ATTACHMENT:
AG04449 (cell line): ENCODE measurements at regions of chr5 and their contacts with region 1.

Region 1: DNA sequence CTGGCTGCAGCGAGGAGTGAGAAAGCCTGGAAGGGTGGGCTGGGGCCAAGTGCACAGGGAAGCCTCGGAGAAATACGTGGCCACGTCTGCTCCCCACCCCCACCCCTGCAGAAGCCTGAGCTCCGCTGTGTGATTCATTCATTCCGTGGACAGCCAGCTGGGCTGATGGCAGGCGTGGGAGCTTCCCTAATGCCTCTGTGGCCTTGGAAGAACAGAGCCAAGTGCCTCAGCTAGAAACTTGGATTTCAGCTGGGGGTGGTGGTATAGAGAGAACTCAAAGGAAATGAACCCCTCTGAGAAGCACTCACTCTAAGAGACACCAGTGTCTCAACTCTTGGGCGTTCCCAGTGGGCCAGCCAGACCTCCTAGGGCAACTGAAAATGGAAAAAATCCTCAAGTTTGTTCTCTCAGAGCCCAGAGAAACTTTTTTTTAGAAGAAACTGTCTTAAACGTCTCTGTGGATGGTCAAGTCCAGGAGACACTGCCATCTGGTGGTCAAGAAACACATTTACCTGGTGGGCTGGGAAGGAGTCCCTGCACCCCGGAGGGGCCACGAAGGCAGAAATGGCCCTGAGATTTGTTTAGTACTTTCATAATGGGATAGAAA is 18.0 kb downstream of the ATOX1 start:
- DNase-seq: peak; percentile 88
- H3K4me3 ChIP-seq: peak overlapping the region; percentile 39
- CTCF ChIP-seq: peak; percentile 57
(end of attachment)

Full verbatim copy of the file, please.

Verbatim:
AG04449 (cell line): ENCODE measurements at regions of chr5 and their contacts with region 1.

Region 1: DNA sequence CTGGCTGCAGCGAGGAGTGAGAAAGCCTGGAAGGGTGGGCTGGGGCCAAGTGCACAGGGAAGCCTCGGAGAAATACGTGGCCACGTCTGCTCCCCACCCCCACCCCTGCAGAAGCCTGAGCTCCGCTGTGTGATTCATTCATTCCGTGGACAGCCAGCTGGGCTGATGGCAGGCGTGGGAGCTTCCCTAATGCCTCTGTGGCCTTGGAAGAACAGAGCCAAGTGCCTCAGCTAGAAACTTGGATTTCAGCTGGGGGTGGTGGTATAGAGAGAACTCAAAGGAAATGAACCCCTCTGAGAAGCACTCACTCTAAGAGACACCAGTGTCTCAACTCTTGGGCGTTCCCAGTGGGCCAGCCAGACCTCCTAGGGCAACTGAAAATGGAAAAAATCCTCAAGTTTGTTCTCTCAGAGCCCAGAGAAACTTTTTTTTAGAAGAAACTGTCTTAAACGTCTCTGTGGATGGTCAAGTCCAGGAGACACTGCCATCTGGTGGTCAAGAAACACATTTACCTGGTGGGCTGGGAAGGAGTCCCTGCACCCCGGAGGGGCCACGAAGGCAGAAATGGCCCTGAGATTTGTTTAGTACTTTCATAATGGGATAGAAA is 18.0 kb downstream of the ATOX1 start:
- DNase-seq: peak; percentile 88
- H3K4me3 ChIP-seq: peak overlapping the region; percentile 39
- CTCF ChIP-seq: peak; percentile 57